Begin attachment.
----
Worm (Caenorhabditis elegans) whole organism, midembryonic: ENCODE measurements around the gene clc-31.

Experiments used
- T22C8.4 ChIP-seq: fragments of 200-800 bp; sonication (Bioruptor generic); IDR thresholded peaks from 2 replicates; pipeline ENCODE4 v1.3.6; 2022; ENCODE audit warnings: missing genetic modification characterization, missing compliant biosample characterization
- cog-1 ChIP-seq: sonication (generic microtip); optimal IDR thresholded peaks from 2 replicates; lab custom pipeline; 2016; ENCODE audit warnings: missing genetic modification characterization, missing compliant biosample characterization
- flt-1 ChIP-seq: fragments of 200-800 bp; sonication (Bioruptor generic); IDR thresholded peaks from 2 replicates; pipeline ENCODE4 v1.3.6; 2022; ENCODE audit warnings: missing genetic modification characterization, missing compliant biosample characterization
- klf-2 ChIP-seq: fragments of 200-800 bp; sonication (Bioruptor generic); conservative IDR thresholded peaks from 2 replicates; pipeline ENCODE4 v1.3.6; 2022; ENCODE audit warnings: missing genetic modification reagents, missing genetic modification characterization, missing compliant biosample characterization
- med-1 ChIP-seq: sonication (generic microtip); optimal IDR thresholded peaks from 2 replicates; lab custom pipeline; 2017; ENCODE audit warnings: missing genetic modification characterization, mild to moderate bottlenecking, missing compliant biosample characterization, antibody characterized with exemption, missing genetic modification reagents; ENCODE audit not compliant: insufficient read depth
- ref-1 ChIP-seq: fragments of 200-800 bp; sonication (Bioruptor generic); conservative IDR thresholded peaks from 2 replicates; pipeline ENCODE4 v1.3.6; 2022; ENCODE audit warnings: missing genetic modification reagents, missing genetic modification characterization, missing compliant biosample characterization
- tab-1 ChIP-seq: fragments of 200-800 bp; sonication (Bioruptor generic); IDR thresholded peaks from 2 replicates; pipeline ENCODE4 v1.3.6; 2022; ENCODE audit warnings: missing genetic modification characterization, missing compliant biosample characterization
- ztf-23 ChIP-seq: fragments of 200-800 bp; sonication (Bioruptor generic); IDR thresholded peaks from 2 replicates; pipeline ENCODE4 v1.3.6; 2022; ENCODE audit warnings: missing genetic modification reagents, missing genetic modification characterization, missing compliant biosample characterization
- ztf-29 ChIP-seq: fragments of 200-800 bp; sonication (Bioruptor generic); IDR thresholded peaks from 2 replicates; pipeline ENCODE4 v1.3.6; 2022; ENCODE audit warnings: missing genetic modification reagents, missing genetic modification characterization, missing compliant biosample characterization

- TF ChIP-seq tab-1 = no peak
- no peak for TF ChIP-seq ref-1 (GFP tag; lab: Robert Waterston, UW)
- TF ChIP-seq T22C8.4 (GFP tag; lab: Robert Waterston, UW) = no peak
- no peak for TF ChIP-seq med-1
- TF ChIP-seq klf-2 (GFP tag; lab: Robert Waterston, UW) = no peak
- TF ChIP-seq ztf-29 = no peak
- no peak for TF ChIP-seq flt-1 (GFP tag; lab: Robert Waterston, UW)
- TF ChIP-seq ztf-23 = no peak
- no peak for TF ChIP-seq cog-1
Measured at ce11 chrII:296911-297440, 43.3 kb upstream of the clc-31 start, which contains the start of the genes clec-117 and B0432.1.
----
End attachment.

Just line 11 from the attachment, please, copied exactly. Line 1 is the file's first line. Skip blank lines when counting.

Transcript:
- ztf-29 ChIP-seq: fragments of 200-800 bp; sonication (Bioruptor generic); IDR thresholded peaks from 2 replicates; pipeline ENCODE4 v1.3.6; 2022; ENCODE audit warnings: missing genetic modification reagents, missing genetic modification characterization, missing compliant biosample characterization